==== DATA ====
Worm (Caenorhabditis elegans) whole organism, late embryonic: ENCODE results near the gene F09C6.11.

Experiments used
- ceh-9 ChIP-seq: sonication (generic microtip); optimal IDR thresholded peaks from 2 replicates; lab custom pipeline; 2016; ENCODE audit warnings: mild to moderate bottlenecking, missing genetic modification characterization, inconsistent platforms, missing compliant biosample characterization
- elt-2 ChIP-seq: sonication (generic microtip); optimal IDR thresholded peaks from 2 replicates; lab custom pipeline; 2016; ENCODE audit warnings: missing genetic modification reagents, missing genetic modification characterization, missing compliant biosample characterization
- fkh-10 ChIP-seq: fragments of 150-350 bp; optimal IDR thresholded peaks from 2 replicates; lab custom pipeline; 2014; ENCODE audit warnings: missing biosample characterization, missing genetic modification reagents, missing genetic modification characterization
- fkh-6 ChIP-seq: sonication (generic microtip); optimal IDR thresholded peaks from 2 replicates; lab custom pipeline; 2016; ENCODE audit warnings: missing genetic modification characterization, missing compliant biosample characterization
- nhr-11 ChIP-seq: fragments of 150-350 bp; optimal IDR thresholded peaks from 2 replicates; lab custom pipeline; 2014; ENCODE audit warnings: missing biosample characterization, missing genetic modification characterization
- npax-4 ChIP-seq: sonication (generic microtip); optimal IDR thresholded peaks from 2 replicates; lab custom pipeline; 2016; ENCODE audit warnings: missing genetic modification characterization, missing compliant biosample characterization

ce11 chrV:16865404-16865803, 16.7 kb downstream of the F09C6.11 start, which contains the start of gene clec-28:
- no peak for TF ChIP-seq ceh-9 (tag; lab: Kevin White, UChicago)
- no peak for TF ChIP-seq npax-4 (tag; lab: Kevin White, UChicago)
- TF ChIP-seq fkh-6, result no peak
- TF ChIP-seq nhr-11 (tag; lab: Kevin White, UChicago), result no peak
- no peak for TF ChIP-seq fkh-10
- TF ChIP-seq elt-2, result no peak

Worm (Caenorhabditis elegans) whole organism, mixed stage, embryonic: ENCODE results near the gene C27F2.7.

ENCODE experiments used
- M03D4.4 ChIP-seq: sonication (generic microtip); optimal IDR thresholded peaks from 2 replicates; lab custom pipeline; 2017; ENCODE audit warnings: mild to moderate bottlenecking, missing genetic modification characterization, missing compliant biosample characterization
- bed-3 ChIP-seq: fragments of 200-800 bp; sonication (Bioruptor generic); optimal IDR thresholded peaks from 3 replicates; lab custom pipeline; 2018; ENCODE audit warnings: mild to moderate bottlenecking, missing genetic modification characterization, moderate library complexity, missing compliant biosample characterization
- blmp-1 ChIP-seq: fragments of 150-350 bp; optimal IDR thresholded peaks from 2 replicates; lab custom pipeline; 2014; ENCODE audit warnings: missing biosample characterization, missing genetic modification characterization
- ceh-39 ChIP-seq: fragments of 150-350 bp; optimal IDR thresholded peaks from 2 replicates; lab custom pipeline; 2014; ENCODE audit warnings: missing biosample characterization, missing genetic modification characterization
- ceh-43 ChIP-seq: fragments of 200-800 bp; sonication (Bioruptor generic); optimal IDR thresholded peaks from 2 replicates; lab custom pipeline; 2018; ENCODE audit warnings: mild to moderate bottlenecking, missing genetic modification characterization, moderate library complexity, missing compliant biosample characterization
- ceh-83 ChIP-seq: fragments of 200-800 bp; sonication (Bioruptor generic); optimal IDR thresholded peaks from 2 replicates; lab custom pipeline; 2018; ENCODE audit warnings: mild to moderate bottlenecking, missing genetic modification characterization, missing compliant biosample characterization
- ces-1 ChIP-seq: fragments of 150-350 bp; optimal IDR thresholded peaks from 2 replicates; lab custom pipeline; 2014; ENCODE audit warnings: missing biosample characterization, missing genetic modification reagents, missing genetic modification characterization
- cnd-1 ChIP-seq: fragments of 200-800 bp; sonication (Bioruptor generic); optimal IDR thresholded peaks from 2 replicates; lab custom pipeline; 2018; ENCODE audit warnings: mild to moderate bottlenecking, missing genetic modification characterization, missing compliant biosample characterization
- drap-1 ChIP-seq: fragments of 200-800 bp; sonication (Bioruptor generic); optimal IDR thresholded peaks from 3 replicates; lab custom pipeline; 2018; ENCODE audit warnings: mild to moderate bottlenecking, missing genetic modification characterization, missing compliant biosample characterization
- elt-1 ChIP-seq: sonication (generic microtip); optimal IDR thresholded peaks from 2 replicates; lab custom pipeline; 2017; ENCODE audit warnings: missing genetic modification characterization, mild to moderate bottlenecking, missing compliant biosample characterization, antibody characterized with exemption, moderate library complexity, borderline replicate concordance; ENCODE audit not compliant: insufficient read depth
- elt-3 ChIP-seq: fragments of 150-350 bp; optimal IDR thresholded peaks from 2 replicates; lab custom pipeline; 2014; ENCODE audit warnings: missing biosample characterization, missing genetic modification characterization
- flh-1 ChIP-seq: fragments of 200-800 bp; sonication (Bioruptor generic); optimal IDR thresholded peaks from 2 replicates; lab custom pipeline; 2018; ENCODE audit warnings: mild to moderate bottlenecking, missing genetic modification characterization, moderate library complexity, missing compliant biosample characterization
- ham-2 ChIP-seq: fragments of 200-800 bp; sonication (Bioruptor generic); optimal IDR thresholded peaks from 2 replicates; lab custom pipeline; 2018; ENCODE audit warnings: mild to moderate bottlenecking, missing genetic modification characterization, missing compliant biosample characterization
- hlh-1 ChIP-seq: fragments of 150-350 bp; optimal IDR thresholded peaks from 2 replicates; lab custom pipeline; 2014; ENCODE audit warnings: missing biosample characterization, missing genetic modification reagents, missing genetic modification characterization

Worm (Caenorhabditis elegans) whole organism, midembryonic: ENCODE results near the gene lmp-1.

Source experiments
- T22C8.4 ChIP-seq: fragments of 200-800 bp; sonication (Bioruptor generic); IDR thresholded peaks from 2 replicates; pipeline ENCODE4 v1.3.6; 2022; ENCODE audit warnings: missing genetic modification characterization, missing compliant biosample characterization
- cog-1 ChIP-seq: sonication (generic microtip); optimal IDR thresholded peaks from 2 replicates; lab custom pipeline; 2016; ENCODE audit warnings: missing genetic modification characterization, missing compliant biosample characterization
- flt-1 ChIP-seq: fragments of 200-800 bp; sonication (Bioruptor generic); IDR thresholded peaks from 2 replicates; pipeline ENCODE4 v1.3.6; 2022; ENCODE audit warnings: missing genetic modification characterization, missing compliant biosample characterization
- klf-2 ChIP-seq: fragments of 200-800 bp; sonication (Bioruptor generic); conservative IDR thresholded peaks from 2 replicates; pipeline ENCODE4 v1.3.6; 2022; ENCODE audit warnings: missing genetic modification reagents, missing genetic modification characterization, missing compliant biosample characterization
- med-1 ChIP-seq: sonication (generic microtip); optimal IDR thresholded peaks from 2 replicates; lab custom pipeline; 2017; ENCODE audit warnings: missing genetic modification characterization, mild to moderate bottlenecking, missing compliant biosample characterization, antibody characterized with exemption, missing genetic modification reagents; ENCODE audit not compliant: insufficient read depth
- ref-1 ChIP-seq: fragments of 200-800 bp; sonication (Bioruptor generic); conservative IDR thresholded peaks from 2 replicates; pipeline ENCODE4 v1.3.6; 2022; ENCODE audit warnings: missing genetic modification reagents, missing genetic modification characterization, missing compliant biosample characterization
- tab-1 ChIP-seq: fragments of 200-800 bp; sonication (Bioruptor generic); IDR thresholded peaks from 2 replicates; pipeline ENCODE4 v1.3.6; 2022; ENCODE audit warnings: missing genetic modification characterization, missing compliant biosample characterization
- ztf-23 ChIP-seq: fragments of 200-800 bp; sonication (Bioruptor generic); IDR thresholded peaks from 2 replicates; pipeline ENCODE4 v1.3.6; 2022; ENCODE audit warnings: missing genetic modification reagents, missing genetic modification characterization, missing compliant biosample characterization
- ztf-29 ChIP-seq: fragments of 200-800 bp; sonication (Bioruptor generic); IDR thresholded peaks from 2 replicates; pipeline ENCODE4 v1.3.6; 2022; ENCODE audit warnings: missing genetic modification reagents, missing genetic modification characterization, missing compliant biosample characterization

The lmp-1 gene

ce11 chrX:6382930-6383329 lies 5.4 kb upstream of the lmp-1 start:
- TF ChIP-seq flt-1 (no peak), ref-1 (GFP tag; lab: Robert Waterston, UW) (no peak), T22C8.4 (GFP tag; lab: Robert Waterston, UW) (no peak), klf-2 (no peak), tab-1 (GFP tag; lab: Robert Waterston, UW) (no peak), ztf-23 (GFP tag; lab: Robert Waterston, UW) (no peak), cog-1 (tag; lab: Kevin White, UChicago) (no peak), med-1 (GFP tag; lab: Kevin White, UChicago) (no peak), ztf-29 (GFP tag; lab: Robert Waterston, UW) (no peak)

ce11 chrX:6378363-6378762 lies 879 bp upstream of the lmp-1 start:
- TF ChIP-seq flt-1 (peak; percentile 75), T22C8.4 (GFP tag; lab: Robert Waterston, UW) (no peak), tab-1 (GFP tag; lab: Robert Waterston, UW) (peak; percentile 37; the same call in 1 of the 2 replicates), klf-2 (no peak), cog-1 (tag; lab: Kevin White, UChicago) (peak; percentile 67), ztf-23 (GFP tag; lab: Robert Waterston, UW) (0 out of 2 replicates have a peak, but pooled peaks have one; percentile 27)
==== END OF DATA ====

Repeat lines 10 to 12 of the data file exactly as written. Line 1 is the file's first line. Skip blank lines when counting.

- no peak for TF ChIP-seq ceh-9 (tag; lab: Kevin White, UChicago)
- no peak for TF ChIP-seq npax-4 (tag; lab: Kevin White, UChicago)
- TF ChIP-seq fkh-6, result no peak